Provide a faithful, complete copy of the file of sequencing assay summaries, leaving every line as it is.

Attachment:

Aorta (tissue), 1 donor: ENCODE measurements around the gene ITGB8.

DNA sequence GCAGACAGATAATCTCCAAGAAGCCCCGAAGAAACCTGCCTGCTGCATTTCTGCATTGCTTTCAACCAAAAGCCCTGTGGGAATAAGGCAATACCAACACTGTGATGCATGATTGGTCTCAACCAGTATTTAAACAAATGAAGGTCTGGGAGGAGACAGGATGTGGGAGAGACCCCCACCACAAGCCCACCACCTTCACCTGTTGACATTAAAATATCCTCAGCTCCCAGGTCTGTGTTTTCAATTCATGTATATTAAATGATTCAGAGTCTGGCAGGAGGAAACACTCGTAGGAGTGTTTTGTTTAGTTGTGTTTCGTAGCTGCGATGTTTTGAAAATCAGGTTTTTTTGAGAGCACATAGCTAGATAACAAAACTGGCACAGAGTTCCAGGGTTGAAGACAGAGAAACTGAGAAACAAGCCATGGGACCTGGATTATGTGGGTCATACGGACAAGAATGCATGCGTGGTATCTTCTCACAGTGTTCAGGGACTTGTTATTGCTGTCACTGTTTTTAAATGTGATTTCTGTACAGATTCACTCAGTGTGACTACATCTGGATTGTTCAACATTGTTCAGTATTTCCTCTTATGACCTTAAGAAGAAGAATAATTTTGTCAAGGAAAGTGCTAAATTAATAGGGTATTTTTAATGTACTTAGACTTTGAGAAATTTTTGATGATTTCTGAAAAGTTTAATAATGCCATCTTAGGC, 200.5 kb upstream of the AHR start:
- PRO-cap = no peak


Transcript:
Aorta (tissue), 1 donor: ENCODE measurements around the gene ITGB8.

DNA sequence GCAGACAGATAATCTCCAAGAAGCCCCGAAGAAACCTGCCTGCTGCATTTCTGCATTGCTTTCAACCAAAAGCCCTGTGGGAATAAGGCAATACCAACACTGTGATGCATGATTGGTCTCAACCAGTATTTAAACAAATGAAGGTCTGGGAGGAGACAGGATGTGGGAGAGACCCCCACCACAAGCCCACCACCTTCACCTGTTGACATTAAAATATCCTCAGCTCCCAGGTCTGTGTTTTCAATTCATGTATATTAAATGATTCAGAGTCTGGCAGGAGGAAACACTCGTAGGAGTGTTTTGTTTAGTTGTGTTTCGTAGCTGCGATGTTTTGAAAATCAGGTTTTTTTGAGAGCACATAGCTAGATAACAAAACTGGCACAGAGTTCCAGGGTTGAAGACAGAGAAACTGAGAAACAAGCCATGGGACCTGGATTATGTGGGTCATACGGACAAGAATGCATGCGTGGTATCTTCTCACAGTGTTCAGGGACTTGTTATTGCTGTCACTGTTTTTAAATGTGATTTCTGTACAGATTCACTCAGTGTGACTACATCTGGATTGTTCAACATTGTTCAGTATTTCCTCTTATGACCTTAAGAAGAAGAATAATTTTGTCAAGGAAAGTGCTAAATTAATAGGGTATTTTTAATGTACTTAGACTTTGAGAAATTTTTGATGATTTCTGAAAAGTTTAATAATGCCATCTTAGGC, 200.5 kb upstream of the AHR start:
- PRO-cap = no peak